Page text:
Following the racially-motivated attack that killed 22 people at a Walmart store in El Paso, Texas, President Donald Trump said he wants police to do more to stop extremists who are active online before they can turn to murder.

But identifying and stopping the extremists who plan to launch an attack is much easier said than done.

Law enforcement experts say that the constitutional right of free speech means police cannot arrest someone simply on the basis of extremist rants online, unless they make a specific threat.

“You couldn’t just open a case on the words,” said Dave Gomez, a retired FBI agent who has worked on cases of both international and domestic terrorism.

“Posting something like that on the internet doesn’t harm anybody,” he said, adding that police can only successfully investigate a white supremacist when you can “connect his words to an overt act.”

The White House will discuss violent extremism online with representatives from a number of internet and technology companies on Friday, according to a White House spokesman.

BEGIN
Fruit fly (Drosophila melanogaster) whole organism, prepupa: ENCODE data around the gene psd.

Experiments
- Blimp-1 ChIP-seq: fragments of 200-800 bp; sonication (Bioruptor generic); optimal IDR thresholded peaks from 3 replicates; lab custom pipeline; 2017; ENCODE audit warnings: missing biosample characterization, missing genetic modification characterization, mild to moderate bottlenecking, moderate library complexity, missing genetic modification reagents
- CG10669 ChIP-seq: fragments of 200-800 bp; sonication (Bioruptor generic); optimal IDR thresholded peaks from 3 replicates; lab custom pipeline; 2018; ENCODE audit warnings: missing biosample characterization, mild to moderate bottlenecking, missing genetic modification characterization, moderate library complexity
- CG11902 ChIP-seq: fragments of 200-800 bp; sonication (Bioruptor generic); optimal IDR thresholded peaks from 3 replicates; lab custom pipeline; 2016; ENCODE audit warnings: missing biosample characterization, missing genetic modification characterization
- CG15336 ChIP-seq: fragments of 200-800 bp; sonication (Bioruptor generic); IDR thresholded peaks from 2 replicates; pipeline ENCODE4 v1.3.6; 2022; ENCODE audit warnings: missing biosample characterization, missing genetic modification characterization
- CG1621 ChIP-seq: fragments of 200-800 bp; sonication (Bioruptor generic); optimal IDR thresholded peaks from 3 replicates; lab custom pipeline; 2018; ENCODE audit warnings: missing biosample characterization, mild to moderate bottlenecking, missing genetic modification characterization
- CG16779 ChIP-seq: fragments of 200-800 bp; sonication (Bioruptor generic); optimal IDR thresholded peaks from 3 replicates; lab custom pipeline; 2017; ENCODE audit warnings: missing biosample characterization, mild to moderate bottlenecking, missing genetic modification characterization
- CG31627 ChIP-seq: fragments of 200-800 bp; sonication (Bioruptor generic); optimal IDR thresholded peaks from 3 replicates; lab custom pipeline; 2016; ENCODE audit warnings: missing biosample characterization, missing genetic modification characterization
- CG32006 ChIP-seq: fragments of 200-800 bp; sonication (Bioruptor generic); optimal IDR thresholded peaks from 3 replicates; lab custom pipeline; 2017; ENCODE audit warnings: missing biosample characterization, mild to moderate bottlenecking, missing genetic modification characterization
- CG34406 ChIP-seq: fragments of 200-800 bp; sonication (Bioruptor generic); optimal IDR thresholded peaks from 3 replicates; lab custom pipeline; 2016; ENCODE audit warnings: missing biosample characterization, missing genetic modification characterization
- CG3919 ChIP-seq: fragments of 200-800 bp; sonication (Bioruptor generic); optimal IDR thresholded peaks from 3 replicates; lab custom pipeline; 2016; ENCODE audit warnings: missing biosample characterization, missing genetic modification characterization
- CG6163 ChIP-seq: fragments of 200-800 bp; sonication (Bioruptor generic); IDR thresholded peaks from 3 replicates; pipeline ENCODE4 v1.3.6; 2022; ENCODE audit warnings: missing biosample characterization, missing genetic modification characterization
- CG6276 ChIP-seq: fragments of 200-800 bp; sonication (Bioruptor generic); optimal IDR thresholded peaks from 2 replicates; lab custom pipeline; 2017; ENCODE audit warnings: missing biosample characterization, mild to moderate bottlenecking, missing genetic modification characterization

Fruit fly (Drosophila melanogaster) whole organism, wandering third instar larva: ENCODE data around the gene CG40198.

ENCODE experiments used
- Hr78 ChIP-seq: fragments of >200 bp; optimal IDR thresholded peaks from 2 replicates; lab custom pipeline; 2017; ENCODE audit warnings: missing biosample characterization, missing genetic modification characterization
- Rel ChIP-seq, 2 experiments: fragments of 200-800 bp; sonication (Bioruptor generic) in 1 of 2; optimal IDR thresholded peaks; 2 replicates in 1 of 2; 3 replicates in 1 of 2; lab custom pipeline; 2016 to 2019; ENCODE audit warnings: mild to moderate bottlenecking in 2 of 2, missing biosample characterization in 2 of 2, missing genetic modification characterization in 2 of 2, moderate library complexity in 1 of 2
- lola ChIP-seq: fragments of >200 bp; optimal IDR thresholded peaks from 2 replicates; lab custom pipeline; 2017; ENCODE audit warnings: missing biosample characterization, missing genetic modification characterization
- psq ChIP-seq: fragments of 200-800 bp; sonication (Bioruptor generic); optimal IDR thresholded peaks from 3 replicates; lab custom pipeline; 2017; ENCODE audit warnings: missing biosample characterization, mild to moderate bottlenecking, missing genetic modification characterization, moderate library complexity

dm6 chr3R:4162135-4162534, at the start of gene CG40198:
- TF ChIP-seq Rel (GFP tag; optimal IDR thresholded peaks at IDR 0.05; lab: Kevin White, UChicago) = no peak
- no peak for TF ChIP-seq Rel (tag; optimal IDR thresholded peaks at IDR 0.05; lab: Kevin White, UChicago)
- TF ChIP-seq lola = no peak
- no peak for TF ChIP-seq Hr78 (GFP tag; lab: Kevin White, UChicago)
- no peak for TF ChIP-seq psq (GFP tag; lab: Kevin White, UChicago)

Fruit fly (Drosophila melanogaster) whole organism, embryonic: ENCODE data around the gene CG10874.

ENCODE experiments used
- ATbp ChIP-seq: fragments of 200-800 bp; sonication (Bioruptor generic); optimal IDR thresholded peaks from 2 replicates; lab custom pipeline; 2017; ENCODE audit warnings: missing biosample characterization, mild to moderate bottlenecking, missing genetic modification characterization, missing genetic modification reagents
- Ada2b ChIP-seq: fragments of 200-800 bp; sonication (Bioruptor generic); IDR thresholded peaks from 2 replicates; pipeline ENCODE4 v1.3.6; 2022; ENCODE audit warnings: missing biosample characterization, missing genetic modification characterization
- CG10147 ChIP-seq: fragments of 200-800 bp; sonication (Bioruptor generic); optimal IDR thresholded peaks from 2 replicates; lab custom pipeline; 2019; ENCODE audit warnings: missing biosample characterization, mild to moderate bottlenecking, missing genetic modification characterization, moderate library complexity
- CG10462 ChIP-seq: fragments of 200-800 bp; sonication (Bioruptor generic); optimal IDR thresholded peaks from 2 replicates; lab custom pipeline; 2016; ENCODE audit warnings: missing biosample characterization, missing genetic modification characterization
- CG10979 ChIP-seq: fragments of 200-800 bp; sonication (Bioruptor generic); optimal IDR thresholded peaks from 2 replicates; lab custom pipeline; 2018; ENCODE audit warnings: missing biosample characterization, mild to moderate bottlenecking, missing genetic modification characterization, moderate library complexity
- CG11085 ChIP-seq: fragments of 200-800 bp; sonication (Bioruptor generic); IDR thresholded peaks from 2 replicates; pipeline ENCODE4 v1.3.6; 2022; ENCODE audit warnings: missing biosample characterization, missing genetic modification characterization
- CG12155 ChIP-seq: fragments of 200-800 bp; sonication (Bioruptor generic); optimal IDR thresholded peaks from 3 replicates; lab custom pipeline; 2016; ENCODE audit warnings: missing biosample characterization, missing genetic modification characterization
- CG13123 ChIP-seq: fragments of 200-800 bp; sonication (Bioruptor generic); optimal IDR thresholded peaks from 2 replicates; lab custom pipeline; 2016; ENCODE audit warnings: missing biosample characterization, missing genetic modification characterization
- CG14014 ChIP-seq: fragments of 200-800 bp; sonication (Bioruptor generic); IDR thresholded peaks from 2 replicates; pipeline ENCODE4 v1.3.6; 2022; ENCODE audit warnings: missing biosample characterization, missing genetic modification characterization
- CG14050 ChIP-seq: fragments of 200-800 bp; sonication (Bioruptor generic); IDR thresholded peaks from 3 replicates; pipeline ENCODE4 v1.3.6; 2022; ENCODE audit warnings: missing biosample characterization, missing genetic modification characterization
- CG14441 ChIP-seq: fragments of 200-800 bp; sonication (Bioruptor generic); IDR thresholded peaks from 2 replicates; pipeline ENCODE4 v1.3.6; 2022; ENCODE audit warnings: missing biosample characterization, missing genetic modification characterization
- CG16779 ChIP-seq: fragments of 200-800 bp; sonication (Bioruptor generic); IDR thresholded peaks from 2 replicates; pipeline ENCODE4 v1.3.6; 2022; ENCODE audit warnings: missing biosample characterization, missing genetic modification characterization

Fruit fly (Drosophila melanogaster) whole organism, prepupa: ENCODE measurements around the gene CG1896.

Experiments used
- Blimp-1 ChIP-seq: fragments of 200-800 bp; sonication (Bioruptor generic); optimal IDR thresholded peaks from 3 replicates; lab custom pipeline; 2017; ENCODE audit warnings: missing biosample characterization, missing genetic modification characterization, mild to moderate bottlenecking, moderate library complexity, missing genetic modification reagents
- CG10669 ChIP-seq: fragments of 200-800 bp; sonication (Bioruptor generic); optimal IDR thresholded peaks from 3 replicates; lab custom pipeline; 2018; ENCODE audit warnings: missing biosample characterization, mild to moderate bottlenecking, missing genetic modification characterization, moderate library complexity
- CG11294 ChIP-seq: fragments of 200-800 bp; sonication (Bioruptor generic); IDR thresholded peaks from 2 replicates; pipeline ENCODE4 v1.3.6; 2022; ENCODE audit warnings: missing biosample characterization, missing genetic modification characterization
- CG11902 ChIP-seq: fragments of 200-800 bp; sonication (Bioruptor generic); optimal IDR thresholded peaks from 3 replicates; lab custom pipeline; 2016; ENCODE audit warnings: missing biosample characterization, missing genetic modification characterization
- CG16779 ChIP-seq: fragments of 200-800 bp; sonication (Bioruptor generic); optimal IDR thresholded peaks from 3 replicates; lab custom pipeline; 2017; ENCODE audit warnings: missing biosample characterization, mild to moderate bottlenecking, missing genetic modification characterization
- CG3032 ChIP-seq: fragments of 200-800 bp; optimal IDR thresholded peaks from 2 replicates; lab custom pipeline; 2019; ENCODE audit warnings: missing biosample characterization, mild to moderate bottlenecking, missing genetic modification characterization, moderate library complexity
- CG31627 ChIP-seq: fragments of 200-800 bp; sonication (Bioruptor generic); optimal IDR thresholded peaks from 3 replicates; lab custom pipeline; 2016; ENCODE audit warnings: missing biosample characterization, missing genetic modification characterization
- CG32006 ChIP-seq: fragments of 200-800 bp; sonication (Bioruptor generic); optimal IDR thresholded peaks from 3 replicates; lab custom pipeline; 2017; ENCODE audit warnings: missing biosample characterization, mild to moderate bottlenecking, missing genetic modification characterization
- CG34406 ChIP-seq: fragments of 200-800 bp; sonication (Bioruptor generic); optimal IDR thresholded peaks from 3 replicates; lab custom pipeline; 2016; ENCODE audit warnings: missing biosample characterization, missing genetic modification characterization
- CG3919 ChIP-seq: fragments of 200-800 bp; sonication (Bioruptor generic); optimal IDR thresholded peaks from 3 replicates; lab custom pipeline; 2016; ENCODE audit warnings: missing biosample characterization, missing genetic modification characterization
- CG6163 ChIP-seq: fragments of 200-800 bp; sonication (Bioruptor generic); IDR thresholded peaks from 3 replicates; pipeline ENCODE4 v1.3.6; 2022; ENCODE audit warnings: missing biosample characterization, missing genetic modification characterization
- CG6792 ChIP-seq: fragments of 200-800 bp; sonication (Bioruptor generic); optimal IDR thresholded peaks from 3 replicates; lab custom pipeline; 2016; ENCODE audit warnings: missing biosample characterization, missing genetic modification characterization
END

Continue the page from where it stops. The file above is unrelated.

Social media companies are reluctant to spy on or censor their users, though increasingly they are responding to demands that they take down obvious incitements to violence. And civil rights groups warn that tighter monitoring can lead to unconstitutional abuses of power

Another former FBI agent, who asked not to be identified, said closer monitoring of extremists’ websites would anyway be unlikely to prevent new mass shootings.

“There is not enough manpower. There is not enough technology to properly monitor the internet,” he said. “This is the number one thing we always say in law enforcement: ‘You can’t stop crazy. You can’t even predict crazy.’”

Trump said after the mass shootings last weekend in El Paso and Dayton, Ohio, that he would ask the Justice Department to work with local, state and federal agencies as well as social media companies “to develop tools that can detect mass shooters before they strike.”

Even before those attacks, The FBI in early July requested bids for a contractor to help it detect national security threats by trawling through social media sites.